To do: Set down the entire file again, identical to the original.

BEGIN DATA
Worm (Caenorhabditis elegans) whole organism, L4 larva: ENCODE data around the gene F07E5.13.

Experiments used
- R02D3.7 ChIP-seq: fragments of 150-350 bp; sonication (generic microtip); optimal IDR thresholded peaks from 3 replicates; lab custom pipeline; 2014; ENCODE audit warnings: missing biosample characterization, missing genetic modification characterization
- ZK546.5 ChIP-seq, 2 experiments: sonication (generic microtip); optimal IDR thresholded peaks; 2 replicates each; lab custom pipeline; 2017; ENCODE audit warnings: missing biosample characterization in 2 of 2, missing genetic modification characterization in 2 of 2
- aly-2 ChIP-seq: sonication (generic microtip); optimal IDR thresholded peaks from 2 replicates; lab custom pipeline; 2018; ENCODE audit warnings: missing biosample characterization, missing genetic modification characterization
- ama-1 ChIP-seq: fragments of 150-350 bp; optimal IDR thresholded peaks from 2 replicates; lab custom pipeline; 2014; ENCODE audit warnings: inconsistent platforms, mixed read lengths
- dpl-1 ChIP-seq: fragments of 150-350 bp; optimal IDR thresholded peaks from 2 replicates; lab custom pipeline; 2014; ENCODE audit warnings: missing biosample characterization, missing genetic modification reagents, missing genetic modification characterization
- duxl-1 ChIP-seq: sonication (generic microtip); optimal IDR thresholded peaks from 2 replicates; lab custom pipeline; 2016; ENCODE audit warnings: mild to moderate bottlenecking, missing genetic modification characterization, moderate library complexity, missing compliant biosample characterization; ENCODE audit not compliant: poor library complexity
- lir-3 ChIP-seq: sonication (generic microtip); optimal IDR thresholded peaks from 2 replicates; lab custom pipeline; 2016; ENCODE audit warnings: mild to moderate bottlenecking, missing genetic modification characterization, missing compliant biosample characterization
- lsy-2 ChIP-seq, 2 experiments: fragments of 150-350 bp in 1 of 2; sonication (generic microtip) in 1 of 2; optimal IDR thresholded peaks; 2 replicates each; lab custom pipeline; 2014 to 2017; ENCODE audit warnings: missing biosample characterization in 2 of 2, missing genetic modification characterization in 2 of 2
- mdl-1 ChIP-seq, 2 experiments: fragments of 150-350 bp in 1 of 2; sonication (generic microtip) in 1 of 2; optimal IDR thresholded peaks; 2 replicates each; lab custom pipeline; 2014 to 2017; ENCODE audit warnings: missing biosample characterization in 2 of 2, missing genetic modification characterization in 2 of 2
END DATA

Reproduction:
Worm (Caenorhabditis elegans) whole organism, L4 larva: ENCODE data around the gene F07E5.13.

Experiments used
- R02D3.7 ChIP-seq: fragments of 150-350 bp; sonication (generic microtip); optimal IDR thresholded peaks from 3 replicates; lab custom pipeline; 2014; ENCODE audit warnings: missing biosample characterization, missing genetic modification characterization
- ZK546.5 ChIP-seq, 2 experiments: sonication (generic microtip); optimal IDR thresholded peaks; 2 replicates each; lab custom pipeline; 2017; ENCODE audit warnings: missing biosample characterization in 2 of 2, missing genetic modification characterization in 2 of 2
- aly-2 ChIP-seq: sonication (generic microtip); optimal IDR thresholded peaks from 2 replicates; lab custom pipeline; 2018; ENCODE audit warnings: missing biosample characterization, missing genetic modification characterization
- ama-1 ChIP-seq: fragments of 150-350 bp; optimal IDR thresholded peaks from 2 replicates; lab custom pipeline; 2014; ENCODE audit warnings: inconsistent platforms, mixed read lengths
- dpl-1 ChIP-seq: fragments of 150-350 bp; optimal IDR thresholded peaks from 2 replicates; lab custom pipeline; 2014; ENCODE audit warnings: missing biosample characterization, missing genetic modification reagents, missing genetic modification characterization
- duxl-1 ChIP-seq: sonication (generic microtip); optimal IDR thresholded peaks from 2 replicates; lab custom pipeline; 2016; ENCODE audit warnings: mild to moderate bottlenecking, missing genetic modification characterization, moderate library complexity, missing compliant biosample characterization; ENCODE audit not compliant: poor library complexity
- lir-3 ChIP-seq: sonication (generic microtip); optimal IDR thresholded peaks from 2 replicates; lab custom pipeline; 2016; ENCODE audit warnings: mild to moderate bottlenecking, missing genetic modification characterization, missing compliant biosample characterization
- lsy-2 ChIP-seq, 2 experiments: fragments of 150-350 bp in 1 of 2; sonication (generic microtip) in 1 of 2; optimal IDR thresholded peaks; 2 replicates each; lab custom pipeline; 2014 to 2017; ENCODE audit warnings: missing biosample characterization in 2 of 2, missing genetic modification characterization in 2 of 2
- mdl-1 ChIP-seq, 2 experiments: fragments of 150-350 bp in 1 of 2; sonication (generic microtip) in 1 of 2; optimal IDR thresholded peaks; 2 replicates each; lab custom pipeline; 2014 to 2017; ENCODE audit warnings: missing biosample characterization in 2 of 2, missing genetic modification characterization in 2 of 2